Advisors reported that some student-athletes disclosed they felt pressure from their parents in order to succeed in the future. In this case, student-athletes perceived their parents were depending on them to secure lucrative professional sports contracts in the future and to bring that money home to share with their family. After receiving this disclosure from the student-athlete, advisors experienced a dilemma trying to decide if they were going to tell someone else about what the student-athlete confided to them. For example, an advisor described an instance when a student-athlete revealed that his mother told him she hoped he would purchase her a luxury vehicle when he was selected to play professional football. Upon receiving this private disclosure from the student-athlete, the advisor faced a dilemma as she was unsure whether or not to share this with someone else. She explained:

A lot of times a common incident is a student-athlete, particularly in high profile sports mentioning how their parents are depending on them to make money and go to the league or professional sports. We had one incident where I had a very famous football player come in and said, “Yeah my mom called me today and said she hopes I’ll buy her a Porsche when I’m drafted in the [National Football League].” And you know that happened pretty frequently. I didn’t do nothing with that, it was between him and me, you know I just basically talked to him about it. I kind of wanted to tell someone so that someone could call his mom to tell her to stop putting pressure on the kid...but I decided to keep it quiet. (P15: 349)

The advisor believed that revealing the information, perhaps to another member of the student’s family or to her supervisor, could have helped the student-athlete as his mom may have discontinued putting pressure on him to succeed in the future. On the other hand, concealing the information may keep the advisor from causing conflict in the family. This dilemma left the advisor in a difficult situation though ultimately she decided not to reveal the information.

Taken together, in answer to the research question, participants were forthcoming with many different examples of their experiences. Those experiences were organized into academic privacy dilemmas, athletic privacy dilemmas, and personal privacy dilemmas. The main findings are now summarized, followed by a discussion.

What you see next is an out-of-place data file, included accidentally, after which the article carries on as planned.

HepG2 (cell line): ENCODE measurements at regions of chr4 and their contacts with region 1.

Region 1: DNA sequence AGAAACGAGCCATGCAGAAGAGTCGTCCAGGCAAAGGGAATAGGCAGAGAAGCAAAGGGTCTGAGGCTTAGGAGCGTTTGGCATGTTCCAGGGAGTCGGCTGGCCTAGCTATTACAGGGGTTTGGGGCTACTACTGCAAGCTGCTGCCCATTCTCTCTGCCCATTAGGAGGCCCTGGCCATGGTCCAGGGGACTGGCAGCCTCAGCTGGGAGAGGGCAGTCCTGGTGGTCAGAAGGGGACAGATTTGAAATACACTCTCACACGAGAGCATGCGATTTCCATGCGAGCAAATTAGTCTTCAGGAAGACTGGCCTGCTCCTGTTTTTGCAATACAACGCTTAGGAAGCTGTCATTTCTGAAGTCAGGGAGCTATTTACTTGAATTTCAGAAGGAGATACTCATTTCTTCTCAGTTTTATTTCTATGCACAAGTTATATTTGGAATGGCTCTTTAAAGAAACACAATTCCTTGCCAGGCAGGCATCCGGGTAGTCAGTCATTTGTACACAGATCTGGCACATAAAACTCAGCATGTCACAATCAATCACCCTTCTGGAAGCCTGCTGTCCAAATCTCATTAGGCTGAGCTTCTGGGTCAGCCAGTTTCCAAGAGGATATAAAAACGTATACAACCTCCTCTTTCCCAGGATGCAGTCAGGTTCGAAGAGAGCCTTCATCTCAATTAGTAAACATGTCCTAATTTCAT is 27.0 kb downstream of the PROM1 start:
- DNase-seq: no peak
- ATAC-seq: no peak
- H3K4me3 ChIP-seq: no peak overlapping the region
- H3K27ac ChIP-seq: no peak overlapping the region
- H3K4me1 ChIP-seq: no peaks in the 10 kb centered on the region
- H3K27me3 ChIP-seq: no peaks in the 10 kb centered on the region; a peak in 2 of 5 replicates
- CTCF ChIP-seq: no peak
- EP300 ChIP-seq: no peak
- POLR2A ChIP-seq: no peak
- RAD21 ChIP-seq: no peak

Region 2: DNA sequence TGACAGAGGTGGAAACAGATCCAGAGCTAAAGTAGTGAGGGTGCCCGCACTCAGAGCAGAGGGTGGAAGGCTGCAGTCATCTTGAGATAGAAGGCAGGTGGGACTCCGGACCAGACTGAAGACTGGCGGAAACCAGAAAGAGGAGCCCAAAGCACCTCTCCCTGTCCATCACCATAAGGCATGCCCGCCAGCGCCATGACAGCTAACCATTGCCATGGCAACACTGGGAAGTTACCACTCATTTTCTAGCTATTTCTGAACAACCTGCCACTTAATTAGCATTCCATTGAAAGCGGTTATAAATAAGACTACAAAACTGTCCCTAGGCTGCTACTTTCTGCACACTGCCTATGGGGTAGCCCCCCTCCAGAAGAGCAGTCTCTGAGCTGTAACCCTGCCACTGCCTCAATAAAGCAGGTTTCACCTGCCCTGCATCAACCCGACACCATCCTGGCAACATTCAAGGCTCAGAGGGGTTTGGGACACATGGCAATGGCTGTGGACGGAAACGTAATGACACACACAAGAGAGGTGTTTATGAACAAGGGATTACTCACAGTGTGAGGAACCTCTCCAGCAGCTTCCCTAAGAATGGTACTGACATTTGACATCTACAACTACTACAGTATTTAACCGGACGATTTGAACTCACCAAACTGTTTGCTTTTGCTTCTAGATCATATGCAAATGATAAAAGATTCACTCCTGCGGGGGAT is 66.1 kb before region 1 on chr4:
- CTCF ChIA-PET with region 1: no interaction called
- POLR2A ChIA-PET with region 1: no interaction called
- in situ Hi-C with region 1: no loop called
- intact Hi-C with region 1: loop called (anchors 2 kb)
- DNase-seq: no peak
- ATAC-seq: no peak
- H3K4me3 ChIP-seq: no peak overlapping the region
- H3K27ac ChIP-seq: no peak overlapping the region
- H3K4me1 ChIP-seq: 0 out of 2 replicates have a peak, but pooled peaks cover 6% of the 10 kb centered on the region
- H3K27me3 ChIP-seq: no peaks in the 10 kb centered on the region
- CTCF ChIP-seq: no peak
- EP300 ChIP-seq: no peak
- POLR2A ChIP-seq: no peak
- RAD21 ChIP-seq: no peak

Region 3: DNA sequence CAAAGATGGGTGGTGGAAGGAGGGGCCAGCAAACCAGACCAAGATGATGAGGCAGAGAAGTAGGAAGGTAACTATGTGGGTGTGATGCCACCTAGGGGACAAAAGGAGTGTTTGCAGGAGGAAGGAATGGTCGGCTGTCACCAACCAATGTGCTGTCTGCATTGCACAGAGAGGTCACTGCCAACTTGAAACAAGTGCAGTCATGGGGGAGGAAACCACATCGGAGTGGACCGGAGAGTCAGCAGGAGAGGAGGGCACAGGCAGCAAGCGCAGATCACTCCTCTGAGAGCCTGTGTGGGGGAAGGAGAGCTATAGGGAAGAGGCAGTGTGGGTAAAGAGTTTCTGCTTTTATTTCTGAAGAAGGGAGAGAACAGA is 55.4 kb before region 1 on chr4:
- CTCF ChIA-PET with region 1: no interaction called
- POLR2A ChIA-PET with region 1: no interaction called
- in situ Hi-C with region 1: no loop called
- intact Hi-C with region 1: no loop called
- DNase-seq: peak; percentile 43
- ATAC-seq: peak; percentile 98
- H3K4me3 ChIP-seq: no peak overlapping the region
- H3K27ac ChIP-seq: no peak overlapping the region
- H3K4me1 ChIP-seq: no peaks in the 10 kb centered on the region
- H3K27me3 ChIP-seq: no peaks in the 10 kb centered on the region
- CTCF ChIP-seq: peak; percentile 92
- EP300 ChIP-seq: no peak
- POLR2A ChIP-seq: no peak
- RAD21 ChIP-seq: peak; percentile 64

The purpose of the present study was to investigate and describe the experience of advisors as they managed the boundary surrounding private information student-athletes revealed to them. I discovered that advisors experienced dilemmas as they managed private information from student-athletes pertaining to various academic, athletic, and personal issues. Put another way, advisors at times found themselves uncertain whether or not they should reveal to someone else that which the student-athlete divulged to them about those issues. Three broad themes emerged from the present study: (a) advisor as caught in the middle, (b) advisor loyalty conflicts, and (c) the need for clear privacy guidelines. In the following, each of these themes is discussed, along with practical applications and directions for future research.

Advisor as Caught in the Middle

While advisors experienced confidant privacy dilemmas they also experienced feeling caught in the middle between student-athletes and other persons (e.g., coach) after they received private information from student-athletes. The experience of being caught in the middle highlighted the multiple relationships which advisors maintained with student-athletes and others in the athletic organization, university, as well as with parents. The experience of being caught in the middle was also symbolic of the complexity of advisors’ job. Advisors unequivocally have a difficult job as they frequently must make important decisions that impact the lives of those with whom they work. Being caught in the middle truly calls attention to advisors’ vulnerability as a co-owner of student-athletes’ private information. Advisors are vulnerable by reason that if they make a wrong decision then they, and/or student-athletes, could face dire consequences. Being caught in the middle was an unnerving and disconcerting position in which to be as advisors reported in this study that they were unsure and struggled with what action to take.